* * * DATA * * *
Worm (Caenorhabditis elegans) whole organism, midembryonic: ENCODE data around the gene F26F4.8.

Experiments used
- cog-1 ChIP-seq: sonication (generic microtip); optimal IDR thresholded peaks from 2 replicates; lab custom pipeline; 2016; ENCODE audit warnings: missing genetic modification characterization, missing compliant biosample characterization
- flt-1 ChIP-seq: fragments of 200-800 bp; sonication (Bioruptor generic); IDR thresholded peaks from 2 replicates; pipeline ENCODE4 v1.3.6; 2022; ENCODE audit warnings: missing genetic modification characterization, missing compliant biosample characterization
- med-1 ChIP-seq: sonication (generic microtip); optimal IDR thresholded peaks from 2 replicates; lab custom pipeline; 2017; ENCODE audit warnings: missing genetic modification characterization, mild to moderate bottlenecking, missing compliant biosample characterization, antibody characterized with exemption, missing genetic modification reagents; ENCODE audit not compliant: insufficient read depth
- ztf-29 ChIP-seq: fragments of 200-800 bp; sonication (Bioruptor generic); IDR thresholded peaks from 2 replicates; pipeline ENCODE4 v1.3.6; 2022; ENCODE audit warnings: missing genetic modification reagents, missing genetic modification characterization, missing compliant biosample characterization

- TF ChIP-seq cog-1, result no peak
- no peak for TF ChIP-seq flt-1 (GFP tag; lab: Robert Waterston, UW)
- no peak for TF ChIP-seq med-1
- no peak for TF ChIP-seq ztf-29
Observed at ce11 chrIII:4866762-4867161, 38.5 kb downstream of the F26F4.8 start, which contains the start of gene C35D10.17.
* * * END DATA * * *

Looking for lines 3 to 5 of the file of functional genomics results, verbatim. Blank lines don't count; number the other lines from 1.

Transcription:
- cog-1 ChIP-seq: sonication (generic microtip); optimal IDR thresholded peaks from 2 replicates; lab custom pipeline; 2016; ENCODE audit warnings: missing genetic modification characterization, missing compliant biosample characterization
- flt-1 ChIP-seq: fragments of 200-800 bp; sonication (Bioruptor generic); IDR thresholded peaks from 2 replicates; pipeline ENCODE4 v1.3.6; 2022; ENCODE audit warnings: missing genetic modification characterization, missing compliant biosample characterization
- med-1 ChIP-seq: sonication (generic microtip); optimal IDR thresholded peaks from 2 replicates; lab custom pipeline; 2017; ENCODE audit warnings: missing genetic modification characterization, mild to moderate bottlenecking, missing compliant biosample characterization, antibody characterized with exemption, missing genetic modification reagents; ENCODE audit not compliant: insufficient read depth